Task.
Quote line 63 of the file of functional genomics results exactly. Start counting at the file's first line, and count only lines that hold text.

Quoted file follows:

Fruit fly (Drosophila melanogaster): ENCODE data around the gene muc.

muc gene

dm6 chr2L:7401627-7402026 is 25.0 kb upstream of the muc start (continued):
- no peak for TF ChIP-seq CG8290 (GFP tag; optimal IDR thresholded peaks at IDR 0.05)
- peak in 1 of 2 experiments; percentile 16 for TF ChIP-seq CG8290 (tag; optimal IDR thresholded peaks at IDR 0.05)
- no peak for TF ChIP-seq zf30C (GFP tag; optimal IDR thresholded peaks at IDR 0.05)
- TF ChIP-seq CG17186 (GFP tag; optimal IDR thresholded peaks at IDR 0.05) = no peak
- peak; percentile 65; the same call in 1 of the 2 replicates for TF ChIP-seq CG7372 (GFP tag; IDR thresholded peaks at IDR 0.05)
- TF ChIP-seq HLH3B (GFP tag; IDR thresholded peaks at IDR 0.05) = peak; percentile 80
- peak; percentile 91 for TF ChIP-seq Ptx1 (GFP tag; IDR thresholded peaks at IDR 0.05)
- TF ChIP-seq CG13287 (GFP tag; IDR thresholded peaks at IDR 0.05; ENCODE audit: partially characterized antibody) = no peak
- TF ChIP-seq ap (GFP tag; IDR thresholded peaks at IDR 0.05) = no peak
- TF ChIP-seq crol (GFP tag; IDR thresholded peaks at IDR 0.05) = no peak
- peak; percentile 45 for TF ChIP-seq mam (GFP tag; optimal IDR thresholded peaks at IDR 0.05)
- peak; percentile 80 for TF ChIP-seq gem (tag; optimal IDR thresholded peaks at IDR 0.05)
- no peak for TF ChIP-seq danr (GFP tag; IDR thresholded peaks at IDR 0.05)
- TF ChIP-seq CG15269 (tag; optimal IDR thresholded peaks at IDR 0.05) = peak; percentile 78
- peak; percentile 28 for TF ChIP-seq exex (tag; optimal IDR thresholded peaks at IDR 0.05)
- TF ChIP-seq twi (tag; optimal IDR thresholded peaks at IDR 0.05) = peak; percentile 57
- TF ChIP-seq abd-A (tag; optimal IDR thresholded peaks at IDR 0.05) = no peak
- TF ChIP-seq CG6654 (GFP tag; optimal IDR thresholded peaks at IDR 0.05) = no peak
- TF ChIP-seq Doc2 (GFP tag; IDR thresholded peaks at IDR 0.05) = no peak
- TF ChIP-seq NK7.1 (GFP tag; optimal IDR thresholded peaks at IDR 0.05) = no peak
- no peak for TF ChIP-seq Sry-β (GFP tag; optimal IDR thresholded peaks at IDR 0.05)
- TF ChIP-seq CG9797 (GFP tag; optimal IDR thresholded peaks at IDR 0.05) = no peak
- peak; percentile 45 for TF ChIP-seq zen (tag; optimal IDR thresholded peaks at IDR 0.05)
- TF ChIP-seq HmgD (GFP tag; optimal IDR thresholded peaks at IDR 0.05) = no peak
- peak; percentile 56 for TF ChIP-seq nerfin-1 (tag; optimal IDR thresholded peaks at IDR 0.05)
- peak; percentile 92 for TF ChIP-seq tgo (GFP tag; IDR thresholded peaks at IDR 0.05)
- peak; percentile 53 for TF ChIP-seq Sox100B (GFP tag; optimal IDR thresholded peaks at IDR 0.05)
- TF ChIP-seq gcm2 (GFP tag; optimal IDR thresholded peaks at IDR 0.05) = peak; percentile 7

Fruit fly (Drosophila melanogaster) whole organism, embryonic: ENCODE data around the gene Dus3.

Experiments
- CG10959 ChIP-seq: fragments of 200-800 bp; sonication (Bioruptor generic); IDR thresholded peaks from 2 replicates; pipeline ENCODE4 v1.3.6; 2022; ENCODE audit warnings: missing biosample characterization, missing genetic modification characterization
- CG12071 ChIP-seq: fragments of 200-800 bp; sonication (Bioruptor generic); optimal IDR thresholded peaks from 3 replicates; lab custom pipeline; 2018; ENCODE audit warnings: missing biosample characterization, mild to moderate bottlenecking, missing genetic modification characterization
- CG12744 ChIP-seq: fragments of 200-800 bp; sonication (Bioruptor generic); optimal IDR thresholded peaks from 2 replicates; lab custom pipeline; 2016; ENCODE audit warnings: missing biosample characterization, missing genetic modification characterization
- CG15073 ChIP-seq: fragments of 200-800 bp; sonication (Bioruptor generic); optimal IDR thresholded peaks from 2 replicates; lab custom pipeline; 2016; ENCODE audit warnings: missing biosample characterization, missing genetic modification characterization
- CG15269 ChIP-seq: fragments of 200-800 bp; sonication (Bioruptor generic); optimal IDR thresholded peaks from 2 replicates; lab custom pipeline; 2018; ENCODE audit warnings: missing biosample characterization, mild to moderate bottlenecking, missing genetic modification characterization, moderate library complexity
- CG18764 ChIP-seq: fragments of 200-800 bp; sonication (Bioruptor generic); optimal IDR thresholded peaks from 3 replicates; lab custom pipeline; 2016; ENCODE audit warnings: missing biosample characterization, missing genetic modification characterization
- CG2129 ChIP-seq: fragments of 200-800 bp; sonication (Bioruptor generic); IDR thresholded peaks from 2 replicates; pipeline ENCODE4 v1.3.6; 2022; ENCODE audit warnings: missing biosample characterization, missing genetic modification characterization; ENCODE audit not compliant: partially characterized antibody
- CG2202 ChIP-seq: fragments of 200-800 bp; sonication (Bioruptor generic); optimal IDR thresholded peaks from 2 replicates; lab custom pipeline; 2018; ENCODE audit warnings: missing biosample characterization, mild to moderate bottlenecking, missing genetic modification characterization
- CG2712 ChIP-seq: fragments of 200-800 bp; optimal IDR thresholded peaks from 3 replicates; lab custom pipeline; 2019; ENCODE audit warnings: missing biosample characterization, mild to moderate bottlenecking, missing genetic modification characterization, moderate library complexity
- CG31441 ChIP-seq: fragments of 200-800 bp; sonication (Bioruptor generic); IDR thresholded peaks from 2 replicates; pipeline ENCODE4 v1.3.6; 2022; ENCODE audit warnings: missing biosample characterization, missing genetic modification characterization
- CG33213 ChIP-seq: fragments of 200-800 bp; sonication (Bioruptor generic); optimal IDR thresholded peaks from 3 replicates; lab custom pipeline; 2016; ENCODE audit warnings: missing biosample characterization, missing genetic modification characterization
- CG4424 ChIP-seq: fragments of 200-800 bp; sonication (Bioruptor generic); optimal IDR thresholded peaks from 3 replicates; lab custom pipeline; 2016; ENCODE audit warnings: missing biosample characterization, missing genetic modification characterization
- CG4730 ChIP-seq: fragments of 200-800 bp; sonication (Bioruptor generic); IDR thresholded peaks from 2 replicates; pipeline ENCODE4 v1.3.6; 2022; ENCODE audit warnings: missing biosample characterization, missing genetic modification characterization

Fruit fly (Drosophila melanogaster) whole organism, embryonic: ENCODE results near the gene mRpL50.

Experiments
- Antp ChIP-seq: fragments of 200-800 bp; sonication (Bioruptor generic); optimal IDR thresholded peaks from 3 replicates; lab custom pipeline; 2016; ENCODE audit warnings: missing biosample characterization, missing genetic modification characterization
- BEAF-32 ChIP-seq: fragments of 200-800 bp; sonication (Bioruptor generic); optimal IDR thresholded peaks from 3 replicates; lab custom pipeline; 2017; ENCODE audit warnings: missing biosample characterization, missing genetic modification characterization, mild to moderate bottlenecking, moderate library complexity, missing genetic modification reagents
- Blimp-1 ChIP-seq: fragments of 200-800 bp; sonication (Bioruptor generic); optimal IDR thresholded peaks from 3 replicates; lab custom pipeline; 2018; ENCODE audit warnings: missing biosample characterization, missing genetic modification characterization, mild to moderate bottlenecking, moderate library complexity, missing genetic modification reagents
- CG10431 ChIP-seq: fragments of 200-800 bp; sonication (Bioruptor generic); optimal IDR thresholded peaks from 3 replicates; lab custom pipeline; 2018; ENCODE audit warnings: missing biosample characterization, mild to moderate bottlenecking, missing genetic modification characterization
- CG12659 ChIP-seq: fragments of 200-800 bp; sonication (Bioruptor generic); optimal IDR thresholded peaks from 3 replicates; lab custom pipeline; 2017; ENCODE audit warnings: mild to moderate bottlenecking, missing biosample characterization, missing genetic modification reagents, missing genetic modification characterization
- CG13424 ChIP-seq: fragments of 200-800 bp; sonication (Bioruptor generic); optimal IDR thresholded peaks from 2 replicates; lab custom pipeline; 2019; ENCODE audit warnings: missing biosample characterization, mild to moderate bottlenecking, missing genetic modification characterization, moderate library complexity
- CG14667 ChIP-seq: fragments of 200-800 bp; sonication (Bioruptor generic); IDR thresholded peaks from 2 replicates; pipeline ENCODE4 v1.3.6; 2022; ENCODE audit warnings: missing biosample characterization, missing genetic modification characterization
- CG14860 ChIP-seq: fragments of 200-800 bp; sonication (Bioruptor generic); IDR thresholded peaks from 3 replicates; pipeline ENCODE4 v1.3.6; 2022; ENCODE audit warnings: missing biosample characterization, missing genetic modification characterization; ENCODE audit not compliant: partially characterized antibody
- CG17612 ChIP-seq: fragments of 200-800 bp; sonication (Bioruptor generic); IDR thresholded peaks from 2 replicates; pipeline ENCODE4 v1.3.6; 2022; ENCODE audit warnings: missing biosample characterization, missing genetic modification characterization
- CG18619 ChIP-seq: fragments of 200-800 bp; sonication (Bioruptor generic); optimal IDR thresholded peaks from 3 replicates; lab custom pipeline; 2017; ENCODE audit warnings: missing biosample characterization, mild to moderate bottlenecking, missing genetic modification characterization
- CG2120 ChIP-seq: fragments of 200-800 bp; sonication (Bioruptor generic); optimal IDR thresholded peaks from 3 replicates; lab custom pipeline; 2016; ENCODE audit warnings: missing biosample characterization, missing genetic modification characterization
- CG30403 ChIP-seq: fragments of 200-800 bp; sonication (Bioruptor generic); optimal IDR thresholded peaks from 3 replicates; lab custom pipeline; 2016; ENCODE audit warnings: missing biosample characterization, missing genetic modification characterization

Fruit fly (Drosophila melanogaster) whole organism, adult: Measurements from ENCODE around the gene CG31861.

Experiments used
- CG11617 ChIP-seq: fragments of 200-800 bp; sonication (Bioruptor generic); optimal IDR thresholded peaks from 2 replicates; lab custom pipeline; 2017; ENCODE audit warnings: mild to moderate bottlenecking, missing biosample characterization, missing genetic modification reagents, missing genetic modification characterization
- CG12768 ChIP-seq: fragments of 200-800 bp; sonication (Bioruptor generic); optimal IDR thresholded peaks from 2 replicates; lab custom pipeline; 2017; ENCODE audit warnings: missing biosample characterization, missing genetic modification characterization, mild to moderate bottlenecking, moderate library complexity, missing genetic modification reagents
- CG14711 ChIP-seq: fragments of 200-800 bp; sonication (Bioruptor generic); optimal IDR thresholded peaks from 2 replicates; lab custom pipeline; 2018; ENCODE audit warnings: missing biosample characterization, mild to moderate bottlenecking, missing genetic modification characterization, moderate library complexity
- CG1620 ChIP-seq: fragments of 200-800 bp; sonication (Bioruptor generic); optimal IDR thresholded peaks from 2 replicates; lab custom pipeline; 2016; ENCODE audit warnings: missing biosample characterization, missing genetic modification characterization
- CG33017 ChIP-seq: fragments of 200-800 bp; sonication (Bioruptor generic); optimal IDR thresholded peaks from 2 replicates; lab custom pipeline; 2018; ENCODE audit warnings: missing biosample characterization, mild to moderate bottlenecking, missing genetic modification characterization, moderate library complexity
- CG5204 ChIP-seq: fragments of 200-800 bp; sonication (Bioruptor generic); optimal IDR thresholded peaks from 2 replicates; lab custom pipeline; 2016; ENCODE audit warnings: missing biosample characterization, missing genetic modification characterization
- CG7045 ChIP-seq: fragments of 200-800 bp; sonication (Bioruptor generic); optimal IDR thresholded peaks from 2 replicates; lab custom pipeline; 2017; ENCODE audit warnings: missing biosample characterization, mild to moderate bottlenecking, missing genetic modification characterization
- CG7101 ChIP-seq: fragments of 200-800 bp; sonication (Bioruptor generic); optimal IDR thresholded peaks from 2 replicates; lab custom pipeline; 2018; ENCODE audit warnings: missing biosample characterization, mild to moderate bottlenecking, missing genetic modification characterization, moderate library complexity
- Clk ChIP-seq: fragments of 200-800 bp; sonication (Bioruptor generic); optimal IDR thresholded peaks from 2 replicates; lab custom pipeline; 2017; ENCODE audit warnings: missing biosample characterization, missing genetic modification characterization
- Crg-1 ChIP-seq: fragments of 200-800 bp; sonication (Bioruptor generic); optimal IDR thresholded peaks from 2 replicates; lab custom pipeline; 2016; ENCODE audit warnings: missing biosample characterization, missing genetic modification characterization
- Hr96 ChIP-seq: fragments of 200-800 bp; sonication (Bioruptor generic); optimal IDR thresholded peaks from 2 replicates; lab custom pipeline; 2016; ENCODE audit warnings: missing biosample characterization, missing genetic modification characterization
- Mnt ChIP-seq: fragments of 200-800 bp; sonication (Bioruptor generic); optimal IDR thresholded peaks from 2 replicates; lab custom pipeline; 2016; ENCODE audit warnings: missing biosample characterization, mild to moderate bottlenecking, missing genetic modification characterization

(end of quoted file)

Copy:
- CG11617 ChIP-seq: fragments of 200-800 bp; sonication (Bioruptor generic); optimal IDR thresholded peaks from 2 replicates; lab custom pipeline; 2017; ENCODE audit warnings: mild to moderate bottlenecking, missing biosample characterization, missing genetic modification reagents, missing genetic modification characterization